We are currently witnessing a slow but steady industrial transformation toward an increasingly robotized economy in which automation is going to both shift and eliminate jobs at an accelerated pace. This is the transition that companies are actually paying attention to and investing in, as noted by the World Economic Forum’s emphasis on this issue in its recent publications.
At the same time, the fourth industrial revolution will be firmly backed by strengthened protection of intellectual property rights (going further than the already problematic trade-related aspects of the intellectual property rights (TRIPs) agreement at the World Trade Organization (WTO)), and resistance from developed countries to promoting meaningful technology transfer policies to developing economies. Automation transition is, in fact, increasing the knowledge gap between developed and developing economies. It is vindicating the fears of developing countries that ‘high Just Transition standards’ may either increase dependency or be used against them as non-tariff barriers in trade relations or as conditionalities in extra-UNFCCC (United Nations Framework Convention on Climate Change) agreements, treaties or loans. If technology is not transferred, is it not reasonable to grant developing countries — the least responsible for the climate crisis — waivers or special treatment in the implementation of Just Transition policies?
With regard to Foreign Direct Investment protections, at least since the 1960s, multinational corporations have been lobbying for Investor-State Dispute Settlement (ISDS) mechanisms in clauses that are included in Bilateral Investment Treaties and trade deals (such as the Investor Court System now promoted by the European Commission in deals with Canada and Mexico). Those provisions severely affect the ability of receptor countries to preserve their national sovereignty and an autonomous domestic policy space without being subjected to the constant threat of being sued by a corporation for causing (even estimated) profit losses — which will eventually be compensated through public funding.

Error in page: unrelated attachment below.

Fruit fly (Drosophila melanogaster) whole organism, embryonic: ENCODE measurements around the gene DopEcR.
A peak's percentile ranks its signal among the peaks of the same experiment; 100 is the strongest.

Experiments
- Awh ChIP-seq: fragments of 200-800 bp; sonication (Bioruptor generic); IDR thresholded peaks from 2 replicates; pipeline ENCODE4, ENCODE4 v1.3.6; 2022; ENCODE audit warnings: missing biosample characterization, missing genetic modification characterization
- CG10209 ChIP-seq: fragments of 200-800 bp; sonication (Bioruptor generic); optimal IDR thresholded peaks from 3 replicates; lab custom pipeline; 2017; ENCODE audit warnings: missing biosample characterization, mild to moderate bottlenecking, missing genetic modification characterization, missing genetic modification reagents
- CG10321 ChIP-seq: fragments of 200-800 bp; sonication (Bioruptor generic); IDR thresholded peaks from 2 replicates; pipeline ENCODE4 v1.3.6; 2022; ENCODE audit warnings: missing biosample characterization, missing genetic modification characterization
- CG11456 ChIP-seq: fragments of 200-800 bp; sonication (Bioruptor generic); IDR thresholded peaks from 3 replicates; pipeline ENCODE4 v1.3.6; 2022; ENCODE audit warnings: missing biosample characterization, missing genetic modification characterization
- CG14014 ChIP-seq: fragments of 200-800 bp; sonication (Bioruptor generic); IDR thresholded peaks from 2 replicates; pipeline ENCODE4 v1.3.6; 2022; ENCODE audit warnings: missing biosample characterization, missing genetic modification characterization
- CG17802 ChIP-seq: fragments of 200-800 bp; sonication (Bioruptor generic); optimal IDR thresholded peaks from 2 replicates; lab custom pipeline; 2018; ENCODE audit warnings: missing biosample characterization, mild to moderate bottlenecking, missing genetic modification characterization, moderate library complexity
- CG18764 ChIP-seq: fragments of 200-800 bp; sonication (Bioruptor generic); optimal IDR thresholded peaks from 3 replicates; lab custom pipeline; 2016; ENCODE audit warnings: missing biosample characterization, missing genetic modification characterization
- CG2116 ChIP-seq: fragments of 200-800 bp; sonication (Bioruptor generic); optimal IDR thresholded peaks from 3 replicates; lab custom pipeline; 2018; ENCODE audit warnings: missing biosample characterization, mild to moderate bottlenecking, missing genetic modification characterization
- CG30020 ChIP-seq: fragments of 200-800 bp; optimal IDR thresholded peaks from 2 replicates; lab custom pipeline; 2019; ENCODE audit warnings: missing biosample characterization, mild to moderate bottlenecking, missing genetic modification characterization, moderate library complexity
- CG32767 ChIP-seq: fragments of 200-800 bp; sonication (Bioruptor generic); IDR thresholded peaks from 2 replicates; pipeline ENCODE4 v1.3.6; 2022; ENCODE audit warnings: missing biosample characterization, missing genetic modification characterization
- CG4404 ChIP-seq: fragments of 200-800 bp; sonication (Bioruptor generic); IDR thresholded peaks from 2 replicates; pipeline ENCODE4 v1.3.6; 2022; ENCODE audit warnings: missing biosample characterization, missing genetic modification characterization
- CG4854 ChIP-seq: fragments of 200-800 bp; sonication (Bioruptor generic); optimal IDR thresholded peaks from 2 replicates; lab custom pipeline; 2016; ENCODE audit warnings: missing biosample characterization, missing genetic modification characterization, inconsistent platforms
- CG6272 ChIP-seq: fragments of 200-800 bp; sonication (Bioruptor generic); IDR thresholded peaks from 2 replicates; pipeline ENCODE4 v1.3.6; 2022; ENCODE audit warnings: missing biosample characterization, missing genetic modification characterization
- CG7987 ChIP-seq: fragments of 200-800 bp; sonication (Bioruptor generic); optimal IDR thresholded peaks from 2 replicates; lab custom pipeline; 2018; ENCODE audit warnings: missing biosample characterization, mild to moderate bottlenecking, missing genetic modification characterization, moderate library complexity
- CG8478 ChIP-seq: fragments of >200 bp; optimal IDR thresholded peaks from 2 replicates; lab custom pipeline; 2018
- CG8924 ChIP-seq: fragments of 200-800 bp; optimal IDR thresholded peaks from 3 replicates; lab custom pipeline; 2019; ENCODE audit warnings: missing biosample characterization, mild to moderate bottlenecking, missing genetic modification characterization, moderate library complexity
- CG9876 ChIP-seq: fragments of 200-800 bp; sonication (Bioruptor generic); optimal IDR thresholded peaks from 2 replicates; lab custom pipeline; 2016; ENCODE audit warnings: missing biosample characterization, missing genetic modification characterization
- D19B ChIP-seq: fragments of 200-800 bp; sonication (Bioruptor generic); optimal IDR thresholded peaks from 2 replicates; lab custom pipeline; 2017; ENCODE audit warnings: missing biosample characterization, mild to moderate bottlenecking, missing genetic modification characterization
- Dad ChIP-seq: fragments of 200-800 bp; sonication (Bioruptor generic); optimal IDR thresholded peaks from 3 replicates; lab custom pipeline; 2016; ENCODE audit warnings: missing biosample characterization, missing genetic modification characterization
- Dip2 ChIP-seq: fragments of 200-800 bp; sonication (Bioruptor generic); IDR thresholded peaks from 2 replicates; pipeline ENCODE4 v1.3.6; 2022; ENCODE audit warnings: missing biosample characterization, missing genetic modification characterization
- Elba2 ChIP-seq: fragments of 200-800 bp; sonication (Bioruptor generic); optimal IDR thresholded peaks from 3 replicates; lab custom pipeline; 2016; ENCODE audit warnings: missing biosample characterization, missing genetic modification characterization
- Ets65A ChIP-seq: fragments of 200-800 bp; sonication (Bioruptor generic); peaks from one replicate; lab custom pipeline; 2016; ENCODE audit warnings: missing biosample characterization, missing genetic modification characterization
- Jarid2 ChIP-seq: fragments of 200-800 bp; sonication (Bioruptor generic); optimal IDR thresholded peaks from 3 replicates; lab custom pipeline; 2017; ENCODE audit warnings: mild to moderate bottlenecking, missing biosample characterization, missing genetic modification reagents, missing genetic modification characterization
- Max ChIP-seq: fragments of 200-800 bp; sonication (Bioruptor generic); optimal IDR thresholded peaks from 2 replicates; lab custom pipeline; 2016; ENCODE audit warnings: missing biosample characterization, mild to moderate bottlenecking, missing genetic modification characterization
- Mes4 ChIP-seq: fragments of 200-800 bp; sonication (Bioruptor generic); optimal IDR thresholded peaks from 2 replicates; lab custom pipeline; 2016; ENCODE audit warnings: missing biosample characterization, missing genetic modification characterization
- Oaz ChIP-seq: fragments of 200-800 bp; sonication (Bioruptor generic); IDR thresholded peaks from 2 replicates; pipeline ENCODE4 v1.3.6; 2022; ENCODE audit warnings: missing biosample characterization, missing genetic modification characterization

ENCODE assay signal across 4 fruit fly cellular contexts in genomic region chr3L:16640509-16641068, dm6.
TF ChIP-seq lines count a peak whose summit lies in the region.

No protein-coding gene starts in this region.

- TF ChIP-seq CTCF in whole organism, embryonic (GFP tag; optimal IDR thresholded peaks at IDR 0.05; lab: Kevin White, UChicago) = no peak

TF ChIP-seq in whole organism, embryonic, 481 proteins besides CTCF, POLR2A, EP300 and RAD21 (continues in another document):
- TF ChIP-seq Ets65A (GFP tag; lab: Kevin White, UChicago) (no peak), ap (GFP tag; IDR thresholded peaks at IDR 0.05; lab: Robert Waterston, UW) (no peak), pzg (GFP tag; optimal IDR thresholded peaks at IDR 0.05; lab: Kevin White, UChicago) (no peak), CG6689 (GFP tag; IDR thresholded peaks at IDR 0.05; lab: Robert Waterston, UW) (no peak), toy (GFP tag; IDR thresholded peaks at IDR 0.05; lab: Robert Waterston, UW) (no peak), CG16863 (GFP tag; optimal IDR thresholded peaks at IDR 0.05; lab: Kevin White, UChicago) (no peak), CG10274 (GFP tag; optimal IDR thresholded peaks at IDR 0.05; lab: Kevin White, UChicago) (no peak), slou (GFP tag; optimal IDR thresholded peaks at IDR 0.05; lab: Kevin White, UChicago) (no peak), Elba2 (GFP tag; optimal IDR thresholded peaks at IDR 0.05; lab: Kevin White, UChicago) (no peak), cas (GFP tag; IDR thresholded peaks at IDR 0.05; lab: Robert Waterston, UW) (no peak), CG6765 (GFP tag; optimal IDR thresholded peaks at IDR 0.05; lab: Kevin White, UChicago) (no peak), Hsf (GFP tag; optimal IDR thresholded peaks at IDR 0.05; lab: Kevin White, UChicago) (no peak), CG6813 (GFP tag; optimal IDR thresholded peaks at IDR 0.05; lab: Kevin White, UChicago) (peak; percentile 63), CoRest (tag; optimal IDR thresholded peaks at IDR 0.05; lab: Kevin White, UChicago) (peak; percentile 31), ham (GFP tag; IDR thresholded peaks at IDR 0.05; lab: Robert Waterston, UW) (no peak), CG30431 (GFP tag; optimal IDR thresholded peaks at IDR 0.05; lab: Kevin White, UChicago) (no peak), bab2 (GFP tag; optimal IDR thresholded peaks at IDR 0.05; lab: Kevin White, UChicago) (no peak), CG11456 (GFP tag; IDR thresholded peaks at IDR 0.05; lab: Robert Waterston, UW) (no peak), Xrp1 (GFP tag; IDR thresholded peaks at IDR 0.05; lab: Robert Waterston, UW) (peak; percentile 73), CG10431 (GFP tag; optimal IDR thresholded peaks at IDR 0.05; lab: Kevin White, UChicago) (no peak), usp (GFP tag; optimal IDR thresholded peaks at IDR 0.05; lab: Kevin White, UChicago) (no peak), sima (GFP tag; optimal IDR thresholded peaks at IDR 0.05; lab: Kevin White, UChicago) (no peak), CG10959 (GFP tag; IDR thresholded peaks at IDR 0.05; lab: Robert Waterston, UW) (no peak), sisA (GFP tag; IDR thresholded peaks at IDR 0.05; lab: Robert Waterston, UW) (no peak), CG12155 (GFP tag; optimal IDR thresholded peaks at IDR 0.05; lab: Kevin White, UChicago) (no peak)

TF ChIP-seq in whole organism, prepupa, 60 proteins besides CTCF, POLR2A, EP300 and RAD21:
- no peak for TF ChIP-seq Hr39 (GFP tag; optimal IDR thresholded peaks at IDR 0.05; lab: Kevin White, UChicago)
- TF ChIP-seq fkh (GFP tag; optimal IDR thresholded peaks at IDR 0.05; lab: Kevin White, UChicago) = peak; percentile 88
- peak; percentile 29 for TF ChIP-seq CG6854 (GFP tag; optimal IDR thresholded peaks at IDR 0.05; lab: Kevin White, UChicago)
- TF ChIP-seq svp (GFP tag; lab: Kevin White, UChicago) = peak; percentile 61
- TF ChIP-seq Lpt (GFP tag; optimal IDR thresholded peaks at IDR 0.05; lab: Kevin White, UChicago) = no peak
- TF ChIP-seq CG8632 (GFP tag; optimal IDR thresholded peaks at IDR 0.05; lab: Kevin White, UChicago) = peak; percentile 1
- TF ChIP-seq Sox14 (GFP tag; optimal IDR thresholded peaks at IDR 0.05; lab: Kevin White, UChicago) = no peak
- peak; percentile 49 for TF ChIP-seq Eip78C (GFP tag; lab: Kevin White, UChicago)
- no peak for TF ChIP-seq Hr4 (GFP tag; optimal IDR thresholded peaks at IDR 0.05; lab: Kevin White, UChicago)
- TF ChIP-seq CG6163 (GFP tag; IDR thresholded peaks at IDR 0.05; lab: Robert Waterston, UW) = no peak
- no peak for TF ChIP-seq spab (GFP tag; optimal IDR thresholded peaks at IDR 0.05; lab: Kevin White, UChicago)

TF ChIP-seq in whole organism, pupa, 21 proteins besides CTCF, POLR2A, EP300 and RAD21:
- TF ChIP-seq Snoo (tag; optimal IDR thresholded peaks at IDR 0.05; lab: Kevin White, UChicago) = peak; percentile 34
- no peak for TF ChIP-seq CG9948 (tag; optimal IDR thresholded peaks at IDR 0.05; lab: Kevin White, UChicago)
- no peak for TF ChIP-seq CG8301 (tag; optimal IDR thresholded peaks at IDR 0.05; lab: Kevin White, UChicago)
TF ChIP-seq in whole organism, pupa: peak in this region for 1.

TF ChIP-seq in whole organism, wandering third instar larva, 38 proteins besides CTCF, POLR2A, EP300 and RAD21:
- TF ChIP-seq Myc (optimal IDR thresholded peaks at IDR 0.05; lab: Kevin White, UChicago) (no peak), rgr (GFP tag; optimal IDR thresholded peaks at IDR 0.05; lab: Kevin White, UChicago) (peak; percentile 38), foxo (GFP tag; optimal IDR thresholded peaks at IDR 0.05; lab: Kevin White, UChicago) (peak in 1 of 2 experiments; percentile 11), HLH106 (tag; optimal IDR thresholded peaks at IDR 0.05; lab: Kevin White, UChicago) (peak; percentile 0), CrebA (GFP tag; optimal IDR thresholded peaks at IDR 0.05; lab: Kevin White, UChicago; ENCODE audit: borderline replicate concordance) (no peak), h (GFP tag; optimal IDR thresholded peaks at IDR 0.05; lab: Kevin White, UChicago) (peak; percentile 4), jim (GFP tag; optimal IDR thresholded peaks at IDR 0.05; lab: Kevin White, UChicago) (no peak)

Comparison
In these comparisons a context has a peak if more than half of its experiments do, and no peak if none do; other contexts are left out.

The fact that (northern) mining and oil companies are reported to be among the most frequent ISDS plaintiffs, often suing (southern) countries for policy regulations that hurt their profits, does not help for building a scenario for significant cooperation and social dialogue to take place toward a Just Transition. According to Public Citizen, US Tobie Mining and Canadian Cosigo Resources have sued Colombia for creating a national park in an area in the Amazon forest where they planned gold mining. The companies have asked a private tribunal to order Colombia to pay $16.5 billion — over 25 percent of Colombia’s national budget. The $16.5 billion sum is related to what the corporation said it hypothetically could have earned if allowed to extract all the gold and iron believed to lie beneath the rainforest land.
In this sense, any progressive and well-intended Just Transition framework must be clearly opposed to ISDS tribunals, which limit the ability of the state to adopt sound social and climate policies, and thereby undermine the democratic rights of citizens to freely choose policies that benefit workers and their communities. These are just some of the issues that must be dealt with to truly begin advancing Just Transition policies in both developed and developing contexts.
Diego Azzi is Professor of International Relations at Federal University of ABC (UFABC) in Brazil, where he teaches courses on international trade, financial regimes and global civil society movements.
This think piece is part of the Just Transition(s) Online Forum. Views expressed are those of the author and do not necessarily represent those of the JTRC or its partner organizations.